Framework agnostic meta framework
####Framework agnostic meta framework
When you build webapps, you often run into the problem of having to initialize lots of modules you want to use, e.g. httpserver, databases or storage engines. They often depend on each other and have to be initalized in specific order. This often leads to a giant ball of init code in your main app.js. It's also difficult to test such code.
With gleeman we tried to build a simple, unopiniated but powerfull module loader, which solves all these problems.
See the example directory.
Or have a look at the skeleton project.
gleeman uses the asyc.auto feature to resolve the dependencies. This leads to a number of advantages:
- The dependencies are easily managable in the definition.
- Dependencies can be added and removed easily without any pain.
- gleeman and async.auto care about the loading order.
- You can test your module without having to worry about any initialization of the depenedencies, you can set their state as you want - this is called dependency injection
- By defining a namespace property in your app, it is easy distributable as a package to be used in other projects, it can also be deployed to npm so that others are able to plug it into their gleeman based projects.
Your project starts with a simple js file
var join = require'path'join;var config =appsPath: join__dirname 'apps'apps:core:myapp: '';var run = require'gleeman'configrunconsole.logautoConfig;;
As you can see, gleeman-Function takes a configuration object as parameter and returns a runner to start the process. This can have an optional callback function. This function is called at the end of the initialisation process.
The configuration contains a property
appsPath. This is required, if you
want to use apps. The
apps-property itself contains the app you want to use
in your project. Every app belongs to a namespace where it lives in. The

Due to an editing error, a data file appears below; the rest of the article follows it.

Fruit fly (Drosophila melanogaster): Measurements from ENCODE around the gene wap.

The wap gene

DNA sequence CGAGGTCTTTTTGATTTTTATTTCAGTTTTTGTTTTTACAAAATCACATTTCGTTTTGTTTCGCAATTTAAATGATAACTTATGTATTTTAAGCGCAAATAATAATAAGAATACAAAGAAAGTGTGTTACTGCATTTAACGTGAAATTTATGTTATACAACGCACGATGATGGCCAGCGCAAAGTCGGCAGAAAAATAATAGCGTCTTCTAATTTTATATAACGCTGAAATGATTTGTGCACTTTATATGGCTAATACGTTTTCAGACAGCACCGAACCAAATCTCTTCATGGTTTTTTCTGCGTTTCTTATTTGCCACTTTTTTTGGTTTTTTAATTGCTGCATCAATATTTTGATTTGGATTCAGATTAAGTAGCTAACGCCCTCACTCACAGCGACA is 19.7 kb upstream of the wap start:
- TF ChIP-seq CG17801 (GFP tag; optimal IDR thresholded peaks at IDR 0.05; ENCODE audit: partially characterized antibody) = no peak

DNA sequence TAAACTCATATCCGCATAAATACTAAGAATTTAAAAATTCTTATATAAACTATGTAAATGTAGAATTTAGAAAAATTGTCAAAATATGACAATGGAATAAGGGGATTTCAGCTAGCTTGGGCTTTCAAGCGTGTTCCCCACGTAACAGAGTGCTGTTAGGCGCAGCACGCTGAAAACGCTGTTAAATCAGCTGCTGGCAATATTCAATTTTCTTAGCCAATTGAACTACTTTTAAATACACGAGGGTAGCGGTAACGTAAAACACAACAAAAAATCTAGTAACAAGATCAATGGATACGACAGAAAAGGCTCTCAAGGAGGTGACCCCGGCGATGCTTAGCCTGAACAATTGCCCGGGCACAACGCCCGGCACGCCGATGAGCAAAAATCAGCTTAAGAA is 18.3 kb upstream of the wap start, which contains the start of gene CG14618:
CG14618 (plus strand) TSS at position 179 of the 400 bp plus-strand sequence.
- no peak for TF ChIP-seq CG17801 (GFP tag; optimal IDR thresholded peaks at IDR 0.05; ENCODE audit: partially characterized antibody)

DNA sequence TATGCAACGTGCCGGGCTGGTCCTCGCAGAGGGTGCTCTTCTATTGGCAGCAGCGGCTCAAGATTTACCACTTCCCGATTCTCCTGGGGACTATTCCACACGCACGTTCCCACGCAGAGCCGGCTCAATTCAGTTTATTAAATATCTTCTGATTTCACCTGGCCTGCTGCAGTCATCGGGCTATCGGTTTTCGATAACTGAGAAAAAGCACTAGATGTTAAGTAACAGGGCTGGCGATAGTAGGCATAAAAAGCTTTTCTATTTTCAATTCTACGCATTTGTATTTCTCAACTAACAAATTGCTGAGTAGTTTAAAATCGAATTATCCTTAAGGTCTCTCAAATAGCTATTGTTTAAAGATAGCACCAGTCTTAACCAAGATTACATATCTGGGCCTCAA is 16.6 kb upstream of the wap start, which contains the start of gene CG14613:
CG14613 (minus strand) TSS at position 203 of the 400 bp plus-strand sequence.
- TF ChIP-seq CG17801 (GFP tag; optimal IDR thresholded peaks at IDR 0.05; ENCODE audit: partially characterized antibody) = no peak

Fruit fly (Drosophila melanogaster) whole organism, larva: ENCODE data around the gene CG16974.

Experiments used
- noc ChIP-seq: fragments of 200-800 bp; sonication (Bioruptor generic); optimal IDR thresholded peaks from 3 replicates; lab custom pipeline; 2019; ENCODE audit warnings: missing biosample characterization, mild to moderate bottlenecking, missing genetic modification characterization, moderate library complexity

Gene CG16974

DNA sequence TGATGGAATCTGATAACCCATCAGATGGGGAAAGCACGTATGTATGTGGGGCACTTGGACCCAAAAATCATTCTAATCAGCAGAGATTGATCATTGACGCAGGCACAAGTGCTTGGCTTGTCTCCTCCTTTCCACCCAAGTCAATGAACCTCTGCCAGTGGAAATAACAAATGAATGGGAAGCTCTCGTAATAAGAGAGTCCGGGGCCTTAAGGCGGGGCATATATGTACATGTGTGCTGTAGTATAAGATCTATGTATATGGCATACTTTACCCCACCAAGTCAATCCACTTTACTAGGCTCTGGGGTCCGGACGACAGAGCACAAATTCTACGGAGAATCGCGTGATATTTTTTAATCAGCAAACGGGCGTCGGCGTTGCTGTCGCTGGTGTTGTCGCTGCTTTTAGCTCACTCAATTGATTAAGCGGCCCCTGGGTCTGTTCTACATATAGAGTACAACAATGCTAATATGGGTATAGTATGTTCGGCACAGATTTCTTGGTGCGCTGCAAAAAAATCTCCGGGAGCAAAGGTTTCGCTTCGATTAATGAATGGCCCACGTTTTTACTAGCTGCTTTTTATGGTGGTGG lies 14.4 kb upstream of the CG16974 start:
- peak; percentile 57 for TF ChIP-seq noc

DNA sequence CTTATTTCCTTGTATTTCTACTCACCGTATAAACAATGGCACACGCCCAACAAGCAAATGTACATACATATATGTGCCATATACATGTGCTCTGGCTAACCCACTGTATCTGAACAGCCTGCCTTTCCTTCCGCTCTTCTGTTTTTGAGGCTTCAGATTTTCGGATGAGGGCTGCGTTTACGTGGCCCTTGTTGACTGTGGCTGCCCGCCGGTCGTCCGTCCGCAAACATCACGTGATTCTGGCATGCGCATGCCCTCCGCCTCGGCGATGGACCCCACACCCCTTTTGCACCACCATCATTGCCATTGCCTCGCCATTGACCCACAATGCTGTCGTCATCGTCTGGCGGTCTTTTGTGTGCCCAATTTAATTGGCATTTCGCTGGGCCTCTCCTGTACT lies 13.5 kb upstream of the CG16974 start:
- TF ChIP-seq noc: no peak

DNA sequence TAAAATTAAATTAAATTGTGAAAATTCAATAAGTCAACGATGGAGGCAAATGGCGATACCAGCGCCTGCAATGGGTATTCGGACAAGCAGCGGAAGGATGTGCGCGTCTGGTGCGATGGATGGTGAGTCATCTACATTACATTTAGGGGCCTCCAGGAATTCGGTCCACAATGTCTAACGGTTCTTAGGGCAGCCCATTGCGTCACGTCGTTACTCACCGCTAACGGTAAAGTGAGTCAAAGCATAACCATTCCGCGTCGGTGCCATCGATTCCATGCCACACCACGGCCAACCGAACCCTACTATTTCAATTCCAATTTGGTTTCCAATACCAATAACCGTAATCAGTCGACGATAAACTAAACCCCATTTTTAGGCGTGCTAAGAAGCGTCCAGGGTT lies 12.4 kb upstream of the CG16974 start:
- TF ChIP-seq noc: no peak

namespace and the app name have to match with the directory structure of the
project. For the upper example the file structure is as follows:
examples/minimal-project├── index.js└── apps└── core├── myapp.js└── myapp.test.js
An app is a basic functionality of your project. It can be for example a basic express server, a css preprocessor, a database connection manager and so on. An app can add functionality to your project or just provide data.
The app itself consists of several functions. These functions are called in
the defined order by adding dependencies. All these functions get a
callback as first argument. This should be called, when the function has all
data it wants to return. The first parameter should be a potential error that
occured during process, the second is the result of the function. It is stored in the
result object with the namespace of the func as key. The functions that depend
on this function can then access the result of it, because the result is given
as the second, third, ..., n-th parameter of the function. In addition the
result-object itself is always given as the last parameter.
moduleexports =// do something complicated here// of cause even async stuff is possiblevar result = 'func_one_result';// call the callback, first parameter is the error, second the result of// this functionfunc_oneDonenull result;// this function depends on the upper on, so we have to mark thisfunc_two: 'core:myapp:func_one'// now we can use the result from abovefunc_twoReadynull resultFromOne + ' with 2';;